Competition authorities and courts generally prefer structural remedies over behavioural remedies because the terms of such remedies are more clear and certain, less costly to administer, and readily enforceable. Moreover, any attempt to provide for a standalone behavioural remedy usually imposes an ongoing burden on the Bureau and market participants, including the merged entity, rather than providing a permanent solution to a competition problem.
When the Bureau does consent to behavioural remedies it tends to do so in two situations: as a short term measure in support of a structural remedy (such as transitional supply services for the purchaser of divestiture assets), or as an information firewall to ensure that commercially sensitive information cannot be used for anticompetitive purposes by firms operating at multiple levels of a supply chain. Rarely will the Bureau accept a remedy that involves behavioural prescriptions with respect to firms’ key strategic or tactical variables such as pricing, capacity, product positioning, or investment. For example, in the only instance in which the Bureau has implemented a remedy in respect of an airline merger or joint venture, it entered into a Consent Agreement with Air Canada and United Continental Holdings in October 2010 that expressly prohibited the two airlines from implementing their proposed joint venture on 14 high-demand Canada-United States transborder routes
Taking these factors into account, the interline, fare combinability, frequent flyer and lounge access measures proposed by the Parties are behavioural remedies that suffer from fundamental flaws, costs, disadvantages and risks.
Among the likely implementation issues associated with the interline measure is its complexity. In appropriate circumstances, interline agreements can provide a framework for more efficient interline ticketing and the generation of feed traffic between airlines. However, that efficiency is dependent on:
- an opaque substructure of dynamic pricing, inventory management and billing settlement that is difficult to understand and monitor; and
- the bilateral economic interests of the signatories.
In other words, interline agreements work when it is in the interests of their signatories to make them work—the interline partners benefit by being able to jointly offer tickets that they would otherwise be unable to offer individually. This is a different situation than that contemplated under the proposed measure—where Air Canada would be required to enter interline agreements against its economic interests and subject to monitoring that is unlikely to be effective.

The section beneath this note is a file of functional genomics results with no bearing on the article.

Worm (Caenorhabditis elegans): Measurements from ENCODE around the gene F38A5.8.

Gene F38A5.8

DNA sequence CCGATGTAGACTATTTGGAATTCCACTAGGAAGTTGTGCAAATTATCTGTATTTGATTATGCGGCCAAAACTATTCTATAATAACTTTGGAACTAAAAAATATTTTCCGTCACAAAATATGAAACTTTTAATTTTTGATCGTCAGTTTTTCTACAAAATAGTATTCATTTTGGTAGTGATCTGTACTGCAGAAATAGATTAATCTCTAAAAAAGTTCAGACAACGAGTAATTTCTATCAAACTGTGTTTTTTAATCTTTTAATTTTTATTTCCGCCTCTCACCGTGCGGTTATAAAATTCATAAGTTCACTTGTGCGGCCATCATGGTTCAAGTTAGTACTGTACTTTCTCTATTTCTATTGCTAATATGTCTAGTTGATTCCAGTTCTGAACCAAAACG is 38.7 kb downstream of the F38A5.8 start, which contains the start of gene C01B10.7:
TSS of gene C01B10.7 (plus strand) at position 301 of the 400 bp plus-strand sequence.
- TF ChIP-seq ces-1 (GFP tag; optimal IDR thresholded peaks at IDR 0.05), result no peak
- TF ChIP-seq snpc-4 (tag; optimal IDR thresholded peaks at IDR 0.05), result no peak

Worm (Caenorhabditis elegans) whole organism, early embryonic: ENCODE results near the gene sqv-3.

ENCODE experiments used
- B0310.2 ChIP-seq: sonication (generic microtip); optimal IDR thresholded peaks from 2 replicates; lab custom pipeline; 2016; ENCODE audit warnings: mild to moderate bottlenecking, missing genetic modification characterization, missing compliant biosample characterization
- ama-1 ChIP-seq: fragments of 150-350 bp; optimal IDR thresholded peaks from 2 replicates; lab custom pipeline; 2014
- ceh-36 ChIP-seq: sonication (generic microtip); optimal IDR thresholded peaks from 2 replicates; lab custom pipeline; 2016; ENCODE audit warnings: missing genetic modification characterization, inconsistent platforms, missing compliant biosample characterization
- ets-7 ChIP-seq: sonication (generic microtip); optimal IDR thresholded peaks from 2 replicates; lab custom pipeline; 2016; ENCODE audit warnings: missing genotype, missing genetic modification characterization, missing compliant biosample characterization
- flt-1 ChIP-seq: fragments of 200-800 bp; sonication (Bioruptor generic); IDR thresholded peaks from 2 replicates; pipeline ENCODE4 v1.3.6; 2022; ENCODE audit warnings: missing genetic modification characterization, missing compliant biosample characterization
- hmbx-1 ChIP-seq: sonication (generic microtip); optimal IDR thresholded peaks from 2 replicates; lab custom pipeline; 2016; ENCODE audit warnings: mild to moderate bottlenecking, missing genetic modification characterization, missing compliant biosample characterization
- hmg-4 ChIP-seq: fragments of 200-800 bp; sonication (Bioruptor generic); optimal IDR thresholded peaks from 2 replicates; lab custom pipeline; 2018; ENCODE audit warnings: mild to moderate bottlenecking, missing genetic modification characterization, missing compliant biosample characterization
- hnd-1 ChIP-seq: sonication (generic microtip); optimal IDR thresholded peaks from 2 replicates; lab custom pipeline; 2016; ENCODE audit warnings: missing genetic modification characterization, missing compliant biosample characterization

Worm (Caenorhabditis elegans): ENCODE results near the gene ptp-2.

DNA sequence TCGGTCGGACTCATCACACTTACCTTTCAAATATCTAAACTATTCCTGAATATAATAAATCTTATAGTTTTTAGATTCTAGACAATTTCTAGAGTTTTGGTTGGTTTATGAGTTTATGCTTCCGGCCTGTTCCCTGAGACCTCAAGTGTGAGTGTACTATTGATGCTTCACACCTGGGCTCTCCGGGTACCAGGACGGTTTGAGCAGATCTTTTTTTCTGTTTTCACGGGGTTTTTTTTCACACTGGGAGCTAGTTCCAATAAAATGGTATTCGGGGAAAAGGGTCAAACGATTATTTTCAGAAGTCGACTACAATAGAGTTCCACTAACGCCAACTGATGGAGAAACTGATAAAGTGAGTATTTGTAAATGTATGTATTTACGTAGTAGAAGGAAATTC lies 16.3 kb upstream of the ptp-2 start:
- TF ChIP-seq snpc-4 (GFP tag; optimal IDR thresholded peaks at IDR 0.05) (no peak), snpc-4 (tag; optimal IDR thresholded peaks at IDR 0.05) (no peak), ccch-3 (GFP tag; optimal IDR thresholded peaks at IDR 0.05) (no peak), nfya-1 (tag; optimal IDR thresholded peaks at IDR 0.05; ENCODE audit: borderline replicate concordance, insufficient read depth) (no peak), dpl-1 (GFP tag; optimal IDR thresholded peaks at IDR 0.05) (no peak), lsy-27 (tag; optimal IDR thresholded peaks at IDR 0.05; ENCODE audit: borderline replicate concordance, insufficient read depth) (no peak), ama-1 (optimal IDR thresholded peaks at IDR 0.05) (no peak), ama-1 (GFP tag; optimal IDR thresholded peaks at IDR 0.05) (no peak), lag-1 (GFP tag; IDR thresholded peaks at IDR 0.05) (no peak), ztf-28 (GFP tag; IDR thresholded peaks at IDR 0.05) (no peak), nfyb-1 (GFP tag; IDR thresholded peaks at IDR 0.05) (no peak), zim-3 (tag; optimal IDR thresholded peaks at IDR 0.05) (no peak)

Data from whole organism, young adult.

The fare combinability measure proposed by the Parties is also inadequate in several respects. The fundamental premise behind this measure is that a new entrant on a route would likely have a low number of frequencies relative to Air Canada and would therefore not be able to offer an attractive schedule. The measure proposes to address this schedule deficiency by empowering the entrant to cross-sell services on Air Canada flights so that the entrant could combine the sale of an outbound flight on its own aircraft with the sale of a return flight on an Air Canada aircraft. An entrant that would need to rely on Air Canada to such an extent is unlikely to provide effective competition to Air Canada.
The lounge access measure is not responsive to a competition concern raised in my Report—I do not view lounge access as a meaningful barrier to entry on the routes that are the subject of my Report. I therefore do not think this measure is properly characterized as a competition measure.
The frequent flyer measure would involve an entrant relying on Air Canada’s frequent flyer program. If an eligible entrant were to choose to activate these measures, Air Canada would have access to competitively sensitive information on the identities, demographics, preferences, purchasing patterns, and redemption preferences of the new entrant’s customers.